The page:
On a scale of 1-10 – how welcoming are you?
A friend’s daughter was 4 years old – and she was learning letters. So, when she came home from shopping with mom, she noticed there were letters on the mat in front of their door. “What word is that and what does that mean, mommy?” “The word is welcome and it means to meet people.” The blank expression made her realize her daughter needed more information. “To meet people is to talk to them, to look them in the eye; to ask how their day is; to make them feel at home.” That seemed to satisfy her, and Teresa thought no more about it. However, that Sunday, after mass, when they were walking to the car, her daughter said: “No one met me today at church. Am I welcome there?” Her comment floored her mother, and has haunted me ever since I heard the story… “Am I welcome there?”
Am I welcome there? What a great examination of conscience for us, not just as individuals, but as a community. It is not just our greeters who are supposed to be about that work. When we first meet people in the parking lot, when we sit next to them in church, when we interact in the gathering space, when we pray together – does our body language, our words, our choices – do they all say: “I am so glad you are here? You matter to us, you are important to us, thank you for being here!”
The gift of welcoming is an expression of one of the key virtues in the Old Testament: Hospitality. Hospitality is the virtue of recognizing the presence of God in others and nourishing this presence. That is what we hear from both the first reading and the gospel. The Shumanite woman who provides a room for Elisha and Jesus’ teaching that “the one who welcomes you, welcomes me” invites us to practice that virtue of hospitality. And it strikes me that there are three moments (at least) to the virtue of hospitality.
1) Creating the space/attitude for the welcome. The Shumanite woman created a space both physically and emotionally for Elisha. She slowed down enough to meet him, to listen to him, to not be in a rush to get on with the rest of her life, so there was the space and time for the welcome to happen. I sometimes get into my: “Busy Pastor mode.” I create an aura that says: Don’t even bother to speak to me – I’ve got important things to do now. I will have time for you later.” Hospitality demands a presence to the moment – to know that this person in front of me, at this moment, is the most important person in the whole world to me. At its best, that is what the gift of celibacy is meant to do – to free up my brother priests and me from the work of family so that EVERYONE is my family. It is to live with a welcome mat permanently attached to my/our feet.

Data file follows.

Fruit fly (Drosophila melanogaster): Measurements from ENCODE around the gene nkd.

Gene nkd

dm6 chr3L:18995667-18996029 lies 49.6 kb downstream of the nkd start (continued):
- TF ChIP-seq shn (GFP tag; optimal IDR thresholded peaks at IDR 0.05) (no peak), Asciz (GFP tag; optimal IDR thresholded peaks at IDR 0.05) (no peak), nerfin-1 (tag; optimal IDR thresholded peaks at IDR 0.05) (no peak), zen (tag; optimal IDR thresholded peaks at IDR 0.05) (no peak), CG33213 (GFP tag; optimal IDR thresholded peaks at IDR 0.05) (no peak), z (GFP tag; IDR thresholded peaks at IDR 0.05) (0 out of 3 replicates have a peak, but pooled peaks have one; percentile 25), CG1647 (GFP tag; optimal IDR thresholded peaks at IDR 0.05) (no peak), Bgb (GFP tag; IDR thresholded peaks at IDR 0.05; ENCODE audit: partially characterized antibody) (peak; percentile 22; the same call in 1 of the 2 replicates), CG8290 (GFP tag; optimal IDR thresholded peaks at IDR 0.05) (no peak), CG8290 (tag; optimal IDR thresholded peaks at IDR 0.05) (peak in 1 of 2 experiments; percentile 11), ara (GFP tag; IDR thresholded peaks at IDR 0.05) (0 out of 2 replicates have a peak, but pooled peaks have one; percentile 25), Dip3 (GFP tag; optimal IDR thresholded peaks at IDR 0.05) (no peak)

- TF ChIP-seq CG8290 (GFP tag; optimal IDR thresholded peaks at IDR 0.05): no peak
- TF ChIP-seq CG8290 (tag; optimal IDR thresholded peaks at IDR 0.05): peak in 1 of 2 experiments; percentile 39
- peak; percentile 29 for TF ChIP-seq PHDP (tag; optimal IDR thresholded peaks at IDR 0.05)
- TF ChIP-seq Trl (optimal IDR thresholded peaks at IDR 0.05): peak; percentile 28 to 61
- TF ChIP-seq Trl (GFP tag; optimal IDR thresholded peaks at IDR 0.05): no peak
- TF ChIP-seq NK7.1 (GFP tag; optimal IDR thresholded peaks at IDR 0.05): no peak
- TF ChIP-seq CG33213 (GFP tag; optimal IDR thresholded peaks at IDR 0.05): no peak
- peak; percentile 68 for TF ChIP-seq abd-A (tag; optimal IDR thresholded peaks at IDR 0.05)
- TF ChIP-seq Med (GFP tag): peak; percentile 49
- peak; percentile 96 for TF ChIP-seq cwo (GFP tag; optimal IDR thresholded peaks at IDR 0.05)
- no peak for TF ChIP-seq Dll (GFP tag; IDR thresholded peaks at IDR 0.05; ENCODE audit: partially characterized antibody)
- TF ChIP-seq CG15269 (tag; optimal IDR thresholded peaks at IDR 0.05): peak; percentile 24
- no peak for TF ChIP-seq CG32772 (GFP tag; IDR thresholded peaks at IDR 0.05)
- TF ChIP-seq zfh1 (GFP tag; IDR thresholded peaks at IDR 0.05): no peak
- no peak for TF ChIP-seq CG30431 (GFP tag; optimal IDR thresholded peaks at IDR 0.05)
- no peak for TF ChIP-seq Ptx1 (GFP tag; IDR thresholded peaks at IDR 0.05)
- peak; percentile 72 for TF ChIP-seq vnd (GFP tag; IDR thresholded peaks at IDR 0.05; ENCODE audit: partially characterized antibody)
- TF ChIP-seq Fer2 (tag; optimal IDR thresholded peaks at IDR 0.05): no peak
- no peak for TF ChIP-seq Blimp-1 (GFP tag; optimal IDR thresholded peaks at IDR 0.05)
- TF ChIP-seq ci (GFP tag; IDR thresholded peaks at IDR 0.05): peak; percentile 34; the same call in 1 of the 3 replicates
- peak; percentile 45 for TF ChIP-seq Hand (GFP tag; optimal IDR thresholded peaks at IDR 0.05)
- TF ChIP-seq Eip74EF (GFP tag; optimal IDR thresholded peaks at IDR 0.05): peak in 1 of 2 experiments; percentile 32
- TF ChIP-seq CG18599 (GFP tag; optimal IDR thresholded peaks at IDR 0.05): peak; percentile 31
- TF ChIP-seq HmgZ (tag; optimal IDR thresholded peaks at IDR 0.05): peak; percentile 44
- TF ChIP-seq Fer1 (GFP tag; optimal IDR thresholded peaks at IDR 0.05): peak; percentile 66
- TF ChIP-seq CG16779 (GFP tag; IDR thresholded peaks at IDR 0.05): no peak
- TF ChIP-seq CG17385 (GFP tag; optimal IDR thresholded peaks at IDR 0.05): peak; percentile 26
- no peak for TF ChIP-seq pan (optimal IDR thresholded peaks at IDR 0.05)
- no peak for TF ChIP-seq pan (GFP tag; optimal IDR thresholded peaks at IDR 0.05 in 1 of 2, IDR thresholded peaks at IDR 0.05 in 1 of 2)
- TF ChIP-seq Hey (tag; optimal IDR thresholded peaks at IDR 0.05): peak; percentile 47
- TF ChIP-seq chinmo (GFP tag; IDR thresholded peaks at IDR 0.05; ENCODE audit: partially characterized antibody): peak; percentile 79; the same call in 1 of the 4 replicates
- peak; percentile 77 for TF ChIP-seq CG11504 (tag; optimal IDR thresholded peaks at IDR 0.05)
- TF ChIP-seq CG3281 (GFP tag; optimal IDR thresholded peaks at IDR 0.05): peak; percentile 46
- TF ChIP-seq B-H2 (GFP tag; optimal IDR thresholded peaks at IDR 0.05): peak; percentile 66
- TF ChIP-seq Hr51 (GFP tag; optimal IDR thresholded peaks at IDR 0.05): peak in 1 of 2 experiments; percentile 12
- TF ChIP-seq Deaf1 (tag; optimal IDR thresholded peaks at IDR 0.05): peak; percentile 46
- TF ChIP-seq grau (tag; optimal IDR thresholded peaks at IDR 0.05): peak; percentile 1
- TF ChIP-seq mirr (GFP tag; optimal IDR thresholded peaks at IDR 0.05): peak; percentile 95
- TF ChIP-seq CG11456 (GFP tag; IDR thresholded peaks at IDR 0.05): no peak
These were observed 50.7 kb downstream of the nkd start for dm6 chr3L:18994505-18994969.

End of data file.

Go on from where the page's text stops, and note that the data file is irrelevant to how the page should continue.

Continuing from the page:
2) Enter into their world AS THEY SEE IT. Hospitality takes root when there is enough safety for people to be who THEY are at the moment. Which I why I have loved the bulletin articles detailing people’s witness to their struggle with mental illness. I have no idea what it is like to be Obsessive-Compulsive. Though I am sometime sad, I have no experience of depression as a disease. But reading their stories helps me to see the world as they see it.
I don’t feel that grief like those who are recently widowed. It has been years since my dad died. But I remember what it was like. So I try to be present to the recently widowed especially. And the good news is: I don’t have to fix their grief; I don’t have to make it go away. I just have to be present to them in their loss. Simply saying to the person grieving: “What is it like – to come here to mass without your significant other?” creates the space where people can be who they are. The second act of hospitality is to meet people where they are.
3) The third act of hospitality is to NOURISH the spirit of the person. The Shumanite woman opened an apartment where Elisha could be welcome. Elisha inquired gently of the servant – what do they need. Jesus sent his disciples out in pairs so they could share the struggles together. Hospitality keeps asking the question: How can I nurture the good/the God in the one before me.
Having been here for one year now, I thank you for the welcome you have extended to me. What a gracious gift that has been. And I wonder – if my friend’s daughter, now a 28 year old single mom would walk into any mass here at St. Justin – what would be her response today? When mass is over, as she is walking to her car with her daughter, would she question, as her mom did so many years ago – “Am I welcome there?” May we choose to make her answer “Yes” by our gift of hospitality…